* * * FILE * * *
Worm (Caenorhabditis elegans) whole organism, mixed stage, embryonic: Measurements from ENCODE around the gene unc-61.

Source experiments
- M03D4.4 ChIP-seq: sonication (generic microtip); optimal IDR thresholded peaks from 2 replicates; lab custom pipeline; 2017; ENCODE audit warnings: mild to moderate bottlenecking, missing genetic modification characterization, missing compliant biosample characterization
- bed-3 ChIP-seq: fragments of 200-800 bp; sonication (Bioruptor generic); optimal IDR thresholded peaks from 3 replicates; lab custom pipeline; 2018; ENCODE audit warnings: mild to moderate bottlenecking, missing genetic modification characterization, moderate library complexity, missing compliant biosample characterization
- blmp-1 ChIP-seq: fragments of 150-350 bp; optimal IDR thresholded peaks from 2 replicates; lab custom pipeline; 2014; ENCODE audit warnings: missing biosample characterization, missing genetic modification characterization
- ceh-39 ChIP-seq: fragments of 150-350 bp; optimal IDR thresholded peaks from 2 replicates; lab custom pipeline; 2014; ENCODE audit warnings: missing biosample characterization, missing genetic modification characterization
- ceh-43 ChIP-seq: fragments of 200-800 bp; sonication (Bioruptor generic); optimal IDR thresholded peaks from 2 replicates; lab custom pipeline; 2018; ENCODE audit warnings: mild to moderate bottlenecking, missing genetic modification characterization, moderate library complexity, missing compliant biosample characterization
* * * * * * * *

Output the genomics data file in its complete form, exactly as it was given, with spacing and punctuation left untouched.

Worm (Caenorhabditis elegans) whole organism, mixed stage, embryonic: Measurements from ENCODE around the gene unc-61.

Source experiments
- M03D4.4 ChIP-seq: sonication (generic microtip); optimal IDR thresholded peaks from 2 replicates; lab custom pipeline; 2017; ENCODE audit warnings: mild to moderate bottlenecking, missing genetic modification characterization, missing compliant biosample characterization
- bed-3 ChIP-seq: fragments of 200-800 bp; sonication (Bioruptor generic); optimal IDR thresholded peaks from 3 replicates; lab custom pipeline; 2018; ENCODE audit warnings: mild to moderate bottlenecking, missing genetic modification characterization, moderate library complexity, missing compliant biosample characterization
- blmp-1 ChIP-seq: fragments of 150-350 bp; optimal IDR thresholded peaks from 2 replicates; lab custom pipeline; 2014; ENCODE audit warnings: missing biosample characterization, missing genetic modification characterization
- ceh-39 ChIP-seq: fragments of 150-350 bp; optimal IDR thresholded peaks from 2 replicates; lab custom pipeline; 2014; ENCODE audit warnings: missing biosample characterization, missing genetic modification characterization
- ceh-43 ChIP-seq: fragments of 200-800 bp; sonication (Bioruptor generic); optimal IDR thresholded peaks from 2 replicates; lab custom pipeline; 2018; ENCODE audit warnings: mild to moderate bottlenecking, missing genetic modification characterization, moderate library complexity, missing compliant biosample characterization